An Australian woman who unwittingly found herself in a viral TikTok video said she feels "offended" and "dehumanised" after millions of people were made to think she is a sad "old woman".
Marie — who chose to withhold her surname — was enjoying a coffee in a Melbourne shopping centre three weeks ago when a young man approached her and asked if she could hold a bunch of flowers.
She didn't know it at the time but she was being filmed for social media content, and the man that approached her was TikTok creator Harrison Pawluk, who has over 3.2 million followers.
It's believed Mr Pawluk was performing "a random act of kindness" in a video that's now received over 58 million views, but Marie doesn't see it that way.
"These artificial things are not random acts of kindness," she told ABC Radio on Tuesday morning.
"He interrupted my quiet time, filmed and uploaded a video without my consent, turning it into something it wasn't, and I feel like he is making quite a lot of money through it."
Woman accidentally part of viral trend
The video featuring Marie was shared on Mr Pawluk's TikTok and Instagram accounts.
"I hope this made her day better," the caption reads alongside the hashtag #wholesome.
In the footage, Marie is shown sitting in a food court when Mr Pawluk unexpectedly approaches her.
She holds the bunch of flowers while Mr Pawluk takes his jacket from his bag and puts it on. But rather than taking them back, he simply walks away, leaving Marie stunned and seemingly confused.
The "wholesome" act attracted thousands of comments from social media users who dubbed it "beautiful" and "amazing."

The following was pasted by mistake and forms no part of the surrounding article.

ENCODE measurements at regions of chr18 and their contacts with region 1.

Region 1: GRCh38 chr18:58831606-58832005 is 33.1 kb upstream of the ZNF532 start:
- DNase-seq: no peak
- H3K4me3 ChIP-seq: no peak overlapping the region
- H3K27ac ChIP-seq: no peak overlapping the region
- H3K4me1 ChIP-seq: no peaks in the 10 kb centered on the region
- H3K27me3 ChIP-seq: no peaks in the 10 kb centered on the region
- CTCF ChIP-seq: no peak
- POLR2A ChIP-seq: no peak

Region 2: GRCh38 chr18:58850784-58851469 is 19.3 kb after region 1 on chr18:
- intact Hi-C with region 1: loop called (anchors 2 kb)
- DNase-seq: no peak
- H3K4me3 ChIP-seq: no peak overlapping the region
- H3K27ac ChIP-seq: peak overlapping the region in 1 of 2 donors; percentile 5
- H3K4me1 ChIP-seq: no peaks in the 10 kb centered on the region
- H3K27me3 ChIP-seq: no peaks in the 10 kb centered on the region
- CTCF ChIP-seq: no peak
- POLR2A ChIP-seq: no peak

"When she started crying I couldn't hold it back," one person said.
Others wrote "she definitely needed this" and "you made her day."
But Marie claimed she wasn't crying at all, it was just a "bad expression", and is "offended" for being painted as a sad "old woman".
'I feel like clickbait'
Following the encounter, the Melbourne woman said she noticed a bunch of people filming her, but when she asked "did you film that?" they allegedly said "no".
Later that night, a friend of her partner informed them that she featured in a viral video.
At the time, she "didn't think much of it," but texts came rolling in from concerned family and friends who said a news story had been written about her and the video.
"I feel like clickbait," Marie told the ABC.
"It feels it was just a bit of a joke to me. I felt dehumanised."
Marie said if she'd known what Mr Pawluk's real intentions were she would have refused the flowers.
While it is legal to film someone in a public place, Maree issued a warning to others, "especially older women", about the TikTok trend.
Social media star 'not doing it for views'
The 22-year-old content creator is known for his "random acts of kindness" videos and Marie is just one of many who've featured in his clips.
Despite her concerns, Mr Pawluk and his team reportedly deny creating content for views and insist "Harrison simply has a personal commitment to helping people feel more connected and trusting".
A recent trip to LA had inspired him to "concentrate on random acts of kindness after witnessing the extent of the poverty and homelessness in a city where that shouldn't be the case," his manager said in a statement to the ABC.
"He would not want something designed to spread love and compassion to cause anyone concern," they concluded.
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